Org: Nicolas Bousquet (CNRS, Université de Lyon) and Anna Lubiw (University of Waterloo)
“Reconfiguration” is about changing one configuration to another via discrete steps, for example sorting a list by swapping pairs of adjacent elements, or changing one proper colouring of a graph to another by recolouring one vertex at a time. We may ask: Is there a reconfiguration path between any two configurations? How short a path? How efficiently can it be found? How many reconfiguration steps to a random configuration? These questions arise in various fields such as discrete geometry (flip distance), combinatorics (graph recoloring, token swapping), bio-informatics (phylogenetics), combinatorial game theory (puzzles), random sampling (Monte Carlo Markov chains), and combinatorial optimization (Hirsch’s conjecture). The talks in this minisymposium give a sample of recent results in these areas.
 
Thursday May 27
15:30 - 15:55 Erik Demaine & Nicole Wein (MIT & University of Waterloo), Hardness of Token Swapping on Trees
16:00 - 16:25 Colin R Defant & Noah Kravitz (Princeton University), Random Friends and Strangers Walking on Random Graphs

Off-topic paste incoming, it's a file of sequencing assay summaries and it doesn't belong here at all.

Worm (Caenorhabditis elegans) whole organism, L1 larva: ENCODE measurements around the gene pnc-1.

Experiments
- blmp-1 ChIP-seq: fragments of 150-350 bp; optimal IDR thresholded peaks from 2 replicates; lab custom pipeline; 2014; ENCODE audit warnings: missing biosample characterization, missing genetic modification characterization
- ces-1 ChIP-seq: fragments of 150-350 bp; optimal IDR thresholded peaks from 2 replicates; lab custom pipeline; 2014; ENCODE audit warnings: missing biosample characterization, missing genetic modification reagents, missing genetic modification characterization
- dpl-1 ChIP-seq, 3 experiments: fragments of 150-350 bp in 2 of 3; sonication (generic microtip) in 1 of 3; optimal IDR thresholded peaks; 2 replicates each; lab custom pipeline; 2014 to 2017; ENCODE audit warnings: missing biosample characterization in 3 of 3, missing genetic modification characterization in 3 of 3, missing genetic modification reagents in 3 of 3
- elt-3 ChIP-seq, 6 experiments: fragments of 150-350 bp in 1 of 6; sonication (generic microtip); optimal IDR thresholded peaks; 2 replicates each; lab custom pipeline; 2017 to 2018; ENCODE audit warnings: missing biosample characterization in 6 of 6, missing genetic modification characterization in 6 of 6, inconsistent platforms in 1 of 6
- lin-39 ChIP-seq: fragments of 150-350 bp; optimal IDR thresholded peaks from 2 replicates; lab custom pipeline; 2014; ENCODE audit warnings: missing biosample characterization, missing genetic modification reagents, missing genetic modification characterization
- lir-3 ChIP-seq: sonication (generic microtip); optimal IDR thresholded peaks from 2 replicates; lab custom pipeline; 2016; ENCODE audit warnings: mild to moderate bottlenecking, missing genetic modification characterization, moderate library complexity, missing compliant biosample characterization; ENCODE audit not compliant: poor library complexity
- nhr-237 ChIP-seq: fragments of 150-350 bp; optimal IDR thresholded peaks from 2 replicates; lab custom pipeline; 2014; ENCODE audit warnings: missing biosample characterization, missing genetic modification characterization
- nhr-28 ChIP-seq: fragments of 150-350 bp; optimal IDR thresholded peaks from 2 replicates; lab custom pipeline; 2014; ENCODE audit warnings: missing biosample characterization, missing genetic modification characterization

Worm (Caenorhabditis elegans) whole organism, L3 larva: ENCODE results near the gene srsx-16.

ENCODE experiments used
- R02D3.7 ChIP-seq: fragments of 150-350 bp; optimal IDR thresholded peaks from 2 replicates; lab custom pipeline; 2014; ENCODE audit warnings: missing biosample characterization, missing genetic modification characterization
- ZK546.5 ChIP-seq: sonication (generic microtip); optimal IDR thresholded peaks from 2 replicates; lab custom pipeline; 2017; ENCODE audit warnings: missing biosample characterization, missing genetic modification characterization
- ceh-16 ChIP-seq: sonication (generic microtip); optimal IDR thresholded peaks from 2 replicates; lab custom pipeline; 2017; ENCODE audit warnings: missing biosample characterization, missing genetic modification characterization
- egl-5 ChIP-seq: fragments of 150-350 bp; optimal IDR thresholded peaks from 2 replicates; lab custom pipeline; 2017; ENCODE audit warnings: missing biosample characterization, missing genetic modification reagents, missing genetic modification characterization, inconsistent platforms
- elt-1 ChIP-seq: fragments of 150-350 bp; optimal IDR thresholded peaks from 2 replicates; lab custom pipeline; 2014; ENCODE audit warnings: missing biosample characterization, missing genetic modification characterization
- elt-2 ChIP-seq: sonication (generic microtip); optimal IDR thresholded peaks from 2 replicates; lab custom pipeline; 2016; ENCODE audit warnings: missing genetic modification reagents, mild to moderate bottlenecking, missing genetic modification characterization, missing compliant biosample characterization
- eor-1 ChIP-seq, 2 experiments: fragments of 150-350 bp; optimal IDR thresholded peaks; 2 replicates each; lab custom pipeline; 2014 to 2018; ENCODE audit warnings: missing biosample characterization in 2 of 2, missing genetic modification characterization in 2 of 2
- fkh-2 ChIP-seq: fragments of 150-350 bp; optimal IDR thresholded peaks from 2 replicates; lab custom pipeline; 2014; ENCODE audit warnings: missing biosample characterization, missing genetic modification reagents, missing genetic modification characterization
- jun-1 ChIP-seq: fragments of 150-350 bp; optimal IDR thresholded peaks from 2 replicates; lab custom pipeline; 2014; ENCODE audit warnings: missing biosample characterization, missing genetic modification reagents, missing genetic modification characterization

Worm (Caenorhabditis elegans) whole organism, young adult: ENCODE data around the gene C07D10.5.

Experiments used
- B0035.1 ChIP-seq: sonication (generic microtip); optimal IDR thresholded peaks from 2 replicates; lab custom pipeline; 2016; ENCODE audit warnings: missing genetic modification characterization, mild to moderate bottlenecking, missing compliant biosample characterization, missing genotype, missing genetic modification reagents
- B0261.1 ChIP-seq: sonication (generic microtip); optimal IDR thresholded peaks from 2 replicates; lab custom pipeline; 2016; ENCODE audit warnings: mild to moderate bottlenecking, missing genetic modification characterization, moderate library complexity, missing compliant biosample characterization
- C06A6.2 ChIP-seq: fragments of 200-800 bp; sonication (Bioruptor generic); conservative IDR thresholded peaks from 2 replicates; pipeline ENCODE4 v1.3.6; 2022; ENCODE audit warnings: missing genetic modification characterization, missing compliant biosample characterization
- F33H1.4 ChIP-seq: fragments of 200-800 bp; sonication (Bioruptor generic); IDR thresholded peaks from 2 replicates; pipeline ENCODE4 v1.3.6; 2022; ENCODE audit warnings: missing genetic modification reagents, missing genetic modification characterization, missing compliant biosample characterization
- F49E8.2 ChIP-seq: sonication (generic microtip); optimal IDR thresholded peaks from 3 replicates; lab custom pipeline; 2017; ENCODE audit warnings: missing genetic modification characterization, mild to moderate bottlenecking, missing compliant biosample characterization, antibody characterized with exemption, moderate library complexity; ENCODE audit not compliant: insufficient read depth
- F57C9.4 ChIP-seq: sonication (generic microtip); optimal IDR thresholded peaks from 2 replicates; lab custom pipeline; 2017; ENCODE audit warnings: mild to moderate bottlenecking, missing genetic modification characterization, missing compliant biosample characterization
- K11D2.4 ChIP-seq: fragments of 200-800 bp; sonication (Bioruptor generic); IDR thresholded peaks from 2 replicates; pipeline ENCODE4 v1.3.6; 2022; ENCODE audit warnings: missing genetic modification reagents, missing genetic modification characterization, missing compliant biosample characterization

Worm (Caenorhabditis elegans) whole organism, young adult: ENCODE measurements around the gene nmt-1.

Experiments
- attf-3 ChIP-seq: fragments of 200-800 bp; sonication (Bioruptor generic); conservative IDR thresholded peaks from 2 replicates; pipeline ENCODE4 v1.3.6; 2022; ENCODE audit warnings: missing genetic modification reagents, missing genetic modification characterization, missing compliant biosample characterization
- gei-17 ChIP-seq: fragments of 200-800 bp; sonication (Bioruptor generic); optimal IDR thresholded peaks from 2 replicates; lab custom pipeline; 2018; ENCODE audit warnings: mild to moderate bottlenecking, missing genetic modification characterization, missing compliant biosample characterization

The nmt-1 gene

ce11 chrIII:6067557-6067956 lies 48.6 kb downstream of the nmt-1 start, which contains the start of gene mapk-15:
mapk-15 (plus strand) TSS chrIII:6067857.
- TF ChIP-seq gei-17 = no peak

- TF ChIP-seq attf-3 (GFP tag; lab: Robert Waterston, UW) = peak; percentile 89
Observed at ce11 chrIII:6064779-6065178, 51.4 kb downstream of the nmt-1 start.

16:30 - 16:55 Emo Welzl (ETH Zurich), Vertex-Connectivity of Triangulation Flip Graphs of Planar Point Sets
17:00 - 17:25 Jean Cardinal (Université Libre de Bruxelles), Flip Distances between Graph Orientations
17:30 - 17:55 Linda Kleist (Technische Universität Braunschweig), Flip graphs and Rainbow cycles
 
Invitation to Reconfiguration - Part II (IM18)
Org: Nicolas Bousquet (CNRS, Université de Lyon) and Anna Lubiw (University of Waterloo)
“Reconfiguration” is about changing one configuration to another via discrete steps, for example sorting a list by swapping pairs of adjacent elements, or changing one proper colouring of a graph to another by recolouring one vertex at a time. We may ask: Is there a reconfiguration path between any two configurations? How short a path? How efficiently can it be found? How many reconfiguration steps to a random configuration? These questions arise in various fields such as discrete geometry (flip distance), combinatorics (graph recoloring, token swapping), bio-informatics (phylogenetics), combinatorial game theory (puzzles), random sampling (Monte Carlo Markov chains), and combinatorial optimization (Hirsch’s conjecture). The talks in this minisymposium give a sample of recent results in these areas.